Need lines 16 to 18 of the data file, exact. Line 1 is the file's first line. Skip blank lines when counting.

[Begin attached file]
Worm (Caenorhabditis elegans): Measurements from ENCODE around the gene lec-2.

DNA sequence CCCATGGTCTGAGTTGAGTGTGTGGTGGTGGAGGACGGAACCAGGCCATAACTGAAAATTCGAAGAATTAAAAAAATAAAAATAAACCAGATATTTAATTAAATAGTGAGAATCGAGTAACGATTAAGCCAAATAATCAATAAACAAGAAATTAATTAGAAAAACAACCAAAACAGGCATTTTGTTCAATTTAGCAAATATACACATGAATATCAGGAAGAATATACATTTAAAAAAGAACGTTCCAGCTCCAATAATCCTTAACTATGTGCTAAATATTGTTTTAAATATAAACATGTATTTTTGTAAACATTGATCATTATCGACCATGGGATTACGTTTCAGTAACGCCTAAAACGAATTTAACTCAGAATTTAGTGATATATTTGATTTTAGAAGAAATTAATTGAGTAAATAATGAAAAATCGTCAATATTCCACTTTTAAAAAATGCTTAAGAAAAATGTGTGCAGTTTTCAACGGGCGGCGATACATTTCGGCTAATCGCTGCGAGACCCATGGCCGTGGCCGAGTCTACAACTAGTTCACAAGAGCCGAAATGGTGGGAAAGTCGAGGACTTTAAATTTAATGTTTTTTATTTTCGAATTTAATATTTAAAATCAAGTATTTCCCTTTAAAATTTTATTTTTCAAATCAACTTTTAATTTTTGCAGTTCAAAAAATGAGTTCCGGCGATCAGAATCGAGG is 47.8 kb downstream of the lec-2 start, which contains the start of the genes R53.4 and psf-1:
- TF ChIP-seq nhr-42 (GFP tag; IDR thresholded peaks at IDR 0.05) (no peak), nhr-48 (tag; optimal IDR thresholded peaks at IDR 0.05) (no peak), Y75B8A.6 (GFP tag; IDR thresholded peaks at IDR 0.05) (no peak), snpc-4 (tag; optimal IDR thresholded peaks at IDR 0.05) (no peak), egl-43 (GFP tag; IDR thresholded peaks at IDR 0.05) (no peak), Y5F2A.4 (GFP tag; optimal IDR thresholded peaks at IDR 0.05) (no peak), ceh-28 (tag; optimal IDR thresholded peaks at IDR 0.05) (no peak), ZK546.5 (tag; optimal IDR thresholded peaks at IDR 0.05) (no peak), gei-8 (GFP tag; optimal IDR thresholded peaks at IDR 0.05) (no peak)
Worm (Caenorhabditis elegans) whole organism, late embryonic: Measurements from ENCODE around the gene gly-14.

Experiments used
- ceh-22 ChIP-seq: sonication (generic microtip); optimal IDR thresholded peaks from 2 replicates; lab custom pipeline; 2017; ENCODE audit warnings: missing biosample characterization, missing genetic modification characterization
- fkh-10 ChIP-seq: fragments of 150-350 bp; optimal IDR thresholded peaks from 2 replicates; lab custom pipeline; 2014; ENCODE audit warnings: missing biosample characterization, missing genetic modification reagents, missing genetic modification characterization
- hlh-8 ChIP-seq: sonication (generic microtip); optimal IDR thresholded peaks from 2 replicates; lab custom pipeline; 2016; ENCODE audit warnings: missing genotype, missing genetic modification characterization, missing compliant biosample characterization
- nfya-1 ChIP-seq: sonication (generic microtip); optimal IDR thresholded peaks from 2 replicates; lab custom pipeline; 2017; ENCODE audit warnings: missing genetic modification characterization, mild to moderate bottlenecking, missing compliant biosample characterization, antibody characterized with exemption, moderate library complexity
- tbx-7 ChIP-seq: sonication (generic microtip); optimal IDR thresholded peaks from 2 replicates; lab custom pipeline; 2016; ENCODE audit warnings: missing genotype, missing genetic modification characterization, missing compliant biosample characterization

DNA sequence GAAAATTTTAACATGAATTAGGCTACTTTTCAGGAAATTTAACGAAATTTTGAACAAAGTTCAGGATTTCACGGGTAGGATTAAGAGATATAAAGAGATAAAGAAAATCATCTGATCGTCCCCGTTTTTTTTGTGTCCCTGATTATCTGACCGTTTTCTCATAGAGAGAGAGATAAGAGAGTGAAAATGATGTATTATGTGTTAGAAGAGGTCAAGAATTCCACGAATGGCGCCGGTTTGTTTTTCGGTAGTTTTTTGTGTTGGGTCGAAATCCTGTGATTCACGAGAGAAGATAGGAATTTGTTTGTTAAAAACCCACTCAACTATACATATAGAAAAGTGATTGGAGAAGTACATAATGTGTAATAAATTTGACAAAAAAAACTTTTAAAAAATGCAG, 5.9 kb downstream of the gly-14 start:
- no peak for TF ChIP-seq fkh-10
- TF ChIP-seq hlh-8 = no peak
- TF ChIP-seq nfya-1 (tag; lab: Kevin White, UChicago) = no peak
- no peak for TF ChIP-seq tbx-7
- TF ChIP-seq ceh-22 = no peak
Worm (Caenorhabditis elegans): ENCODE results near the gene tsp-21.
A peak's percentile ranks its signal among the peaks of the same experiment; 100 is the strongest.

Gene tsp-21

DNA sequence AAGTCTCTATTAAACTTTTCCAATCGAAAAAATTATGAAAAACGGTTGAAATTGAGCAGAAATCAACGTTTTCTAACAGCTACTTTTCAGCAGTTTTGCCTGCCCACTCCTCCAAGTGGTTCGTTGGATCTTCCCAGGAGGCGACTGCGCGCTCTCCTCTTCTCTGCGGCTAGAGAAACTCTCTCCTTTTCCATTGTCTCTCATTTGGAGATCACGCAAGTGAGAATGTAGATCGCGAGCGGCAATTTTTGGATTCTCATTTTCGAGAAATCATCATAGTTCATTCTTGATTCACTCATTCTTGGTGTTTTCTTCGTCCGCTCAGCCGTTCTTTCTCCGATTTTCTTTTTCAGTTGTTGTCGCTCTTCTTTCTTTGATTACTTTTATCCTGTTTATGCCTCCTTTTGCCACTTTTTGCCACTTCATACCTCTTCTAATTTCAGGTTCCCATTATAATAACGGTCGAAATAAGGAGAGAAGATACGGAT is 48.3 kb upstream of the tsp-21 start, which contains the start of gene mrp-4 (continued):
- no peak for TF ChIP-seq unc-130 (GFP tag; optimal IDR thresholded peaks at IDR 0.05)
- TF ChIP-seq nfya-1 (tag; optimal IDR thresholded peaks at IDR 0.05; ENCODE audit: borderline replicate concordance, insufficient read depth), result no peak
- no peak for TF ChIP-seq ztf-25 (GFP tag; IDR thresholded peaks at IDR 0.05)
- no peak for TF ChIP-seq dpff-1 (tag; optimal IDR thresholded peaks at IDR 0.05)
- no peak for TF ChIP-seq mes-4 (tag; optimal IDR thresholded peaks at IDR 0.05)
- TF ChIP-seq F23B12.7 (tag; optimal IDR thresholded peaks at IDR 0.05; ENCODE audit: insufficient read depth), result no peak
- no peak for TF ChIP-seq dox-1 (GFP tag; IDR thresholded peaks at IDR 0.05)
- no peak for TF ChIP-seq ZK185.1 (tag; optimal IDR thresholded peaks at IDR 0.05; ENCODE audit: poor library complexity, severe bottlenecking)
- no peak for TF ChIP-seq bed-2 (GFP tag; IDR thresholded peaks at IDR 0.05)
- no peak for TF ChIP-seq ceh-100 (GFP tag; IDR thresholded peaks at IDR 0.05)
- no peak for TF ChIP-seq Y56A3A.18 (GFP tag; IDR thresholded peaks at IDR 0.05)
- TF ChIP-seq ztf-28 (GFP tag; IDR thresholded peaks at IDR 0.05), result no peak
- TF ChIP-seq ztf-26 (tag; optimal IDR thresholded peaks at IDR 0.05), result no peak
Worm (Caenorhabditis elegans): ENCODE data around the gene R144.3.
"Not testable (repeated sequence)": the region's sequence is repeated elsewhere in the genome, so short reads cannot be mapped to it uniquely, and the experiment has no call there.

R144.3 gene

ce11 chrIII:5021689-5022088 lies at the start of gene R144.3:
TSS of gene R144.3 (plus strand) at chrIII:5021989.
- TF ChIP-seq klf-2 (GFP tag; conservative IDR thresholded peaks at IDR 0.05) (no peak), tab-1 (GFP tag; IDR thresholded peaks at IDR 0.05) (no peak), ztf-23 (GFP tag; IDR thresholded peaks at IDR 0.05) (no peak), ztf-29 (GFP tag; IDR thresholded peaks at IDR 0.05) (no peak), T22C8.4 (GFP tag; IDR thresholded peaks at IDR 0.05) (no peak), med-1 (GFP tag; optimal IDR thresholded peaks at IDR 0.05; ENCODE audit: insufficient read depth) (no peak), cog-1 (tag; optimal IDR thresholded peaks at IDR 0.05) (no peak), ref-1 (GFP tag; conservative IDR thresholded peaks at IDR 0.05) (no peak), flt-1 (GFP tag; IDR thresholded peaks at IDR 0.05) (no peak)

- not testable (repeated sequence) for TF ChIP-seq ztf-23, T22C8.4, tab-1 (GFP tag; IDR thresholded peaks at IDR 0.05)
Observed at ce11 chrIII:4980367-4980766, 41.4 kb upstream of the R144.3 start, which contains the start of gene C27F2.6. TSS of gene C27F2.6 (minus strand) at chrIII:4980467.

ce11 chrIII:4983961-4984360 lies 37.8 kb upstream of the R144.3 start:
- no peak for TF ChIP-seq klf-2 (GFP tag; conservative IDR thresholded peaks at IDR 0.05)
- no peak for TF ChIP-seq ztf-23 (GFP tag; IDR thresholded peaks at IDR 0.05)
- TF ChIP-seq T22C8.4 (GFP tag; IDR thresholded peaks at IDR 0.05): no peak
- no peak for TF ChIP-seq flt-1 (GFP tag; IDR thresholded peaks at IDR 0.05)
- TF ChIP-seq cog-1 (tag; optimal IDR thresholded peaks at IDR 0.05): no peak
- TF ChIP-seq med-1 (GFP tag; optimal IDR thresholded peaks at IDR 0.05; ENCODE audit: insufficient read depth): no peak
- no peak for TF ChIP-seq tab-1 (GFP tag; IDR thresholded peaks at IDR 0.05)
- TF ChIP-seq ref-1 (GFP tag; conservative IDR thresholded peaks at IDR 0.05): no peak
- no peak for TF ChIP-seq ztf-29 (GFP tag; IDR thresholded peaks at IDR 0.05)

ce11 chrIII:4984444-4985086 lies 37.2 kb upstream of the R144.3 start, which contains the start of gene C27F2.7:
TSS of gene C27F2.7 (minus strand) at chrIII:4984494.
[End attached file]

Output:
- TF ChIP-seq ceh-22 = no peak
Worm (Caenorhabditis elegans): ENCODE results near the gene tsp-21.
A peak's percentile ranks its signal among the peaks of the same experiment; 100 is the strongest.